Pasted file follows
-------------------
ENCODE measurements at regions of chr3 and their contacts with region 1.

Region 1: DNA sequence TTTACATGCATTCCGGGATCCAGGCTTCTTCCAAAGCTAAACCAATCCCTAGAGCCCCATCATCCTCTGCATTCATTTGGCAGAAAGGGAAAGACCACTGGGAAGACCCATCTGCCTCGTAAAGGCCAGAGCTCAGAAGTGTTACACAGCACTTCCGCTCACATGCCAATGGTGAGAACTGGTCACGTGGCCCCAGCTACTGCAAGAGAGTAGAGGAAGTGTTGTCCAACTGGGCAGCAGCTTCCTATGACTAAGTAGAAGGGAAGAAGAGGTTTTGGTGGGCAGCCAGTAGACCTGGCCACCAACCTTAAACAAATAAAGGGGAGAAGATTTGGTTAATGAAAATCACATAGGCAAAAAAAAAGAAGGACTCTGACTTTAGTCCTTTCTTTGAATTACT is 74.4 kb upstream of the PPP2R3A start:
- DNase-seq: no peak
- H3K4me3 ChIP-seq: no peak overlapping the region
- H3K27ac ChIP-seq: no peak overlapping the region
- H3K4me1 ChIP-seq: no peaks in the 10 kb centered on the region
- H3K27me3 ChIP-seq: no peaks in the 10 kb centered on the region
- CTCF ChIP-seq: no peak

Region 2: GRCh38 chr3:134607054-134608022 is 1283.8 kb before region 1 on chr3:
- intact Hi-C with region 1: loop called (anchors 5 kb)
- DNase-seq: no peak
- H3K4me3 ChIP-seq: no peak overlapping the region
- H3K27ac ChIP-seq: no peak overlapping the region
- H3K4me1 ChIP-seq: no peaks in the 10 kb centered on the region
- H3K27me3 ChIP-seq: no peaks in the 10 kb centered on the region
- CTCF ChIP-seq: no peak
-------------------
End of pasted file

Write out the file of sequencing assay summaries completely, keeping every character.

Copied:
ENCODE measurements at regions of chr3 and their contacts with region 1.

Region 1: DNA sequence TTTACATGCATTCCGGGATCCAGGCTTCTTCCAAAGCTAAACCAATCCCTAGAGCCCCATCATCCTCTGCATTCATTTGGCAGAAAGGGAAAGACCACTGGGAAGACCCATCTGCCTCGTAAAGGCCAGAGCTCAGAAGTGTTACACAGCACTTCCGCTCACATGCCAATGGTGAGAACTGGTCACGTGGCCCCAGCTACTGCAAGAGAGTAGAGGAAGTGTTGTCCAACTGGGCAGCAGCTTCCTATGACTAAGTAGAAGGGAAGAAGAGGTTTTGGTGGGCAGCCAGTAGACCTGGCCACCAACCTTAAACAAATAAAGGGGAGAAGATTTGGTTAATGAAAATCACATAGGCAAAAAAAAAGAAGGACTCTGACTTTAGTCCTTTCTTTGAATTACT is 74.4 kb upstream of the PPP2R3A start:
- DNase-seq: no peak
- H3K4me3 ChIP-seq: no peak overlapping the region
- H3K27ac ChIP-seq: no peak overlapping the region
- H3K4me1 ChIP-seq: no peaks in the 10 kb centered on the region
- H3K27me3 ChIP-seq: no peaks in the 10 kb centered on the region
- CTCF ChIP-seq: no peak

Region 2: GRCh38 chr3:134607054-134608022 is 1283.8 kb before region 1 on chr3:
- intact Hi-C with region 1: loop called (anchors 5 kb)
- DNase-seq: no peak
- H3K4me3 ChIP-seq: no peak overlapping the region
- H3K27ac ChIP-seq: no peak overlapping the region
- H3K4me1 ChIP-seq: no peaks in the 10 kb centered on the region
- H3K27me3 ChIP-seq: no peaks in the 10 kb centered on the region
- CTCF ChIP-seq: no peak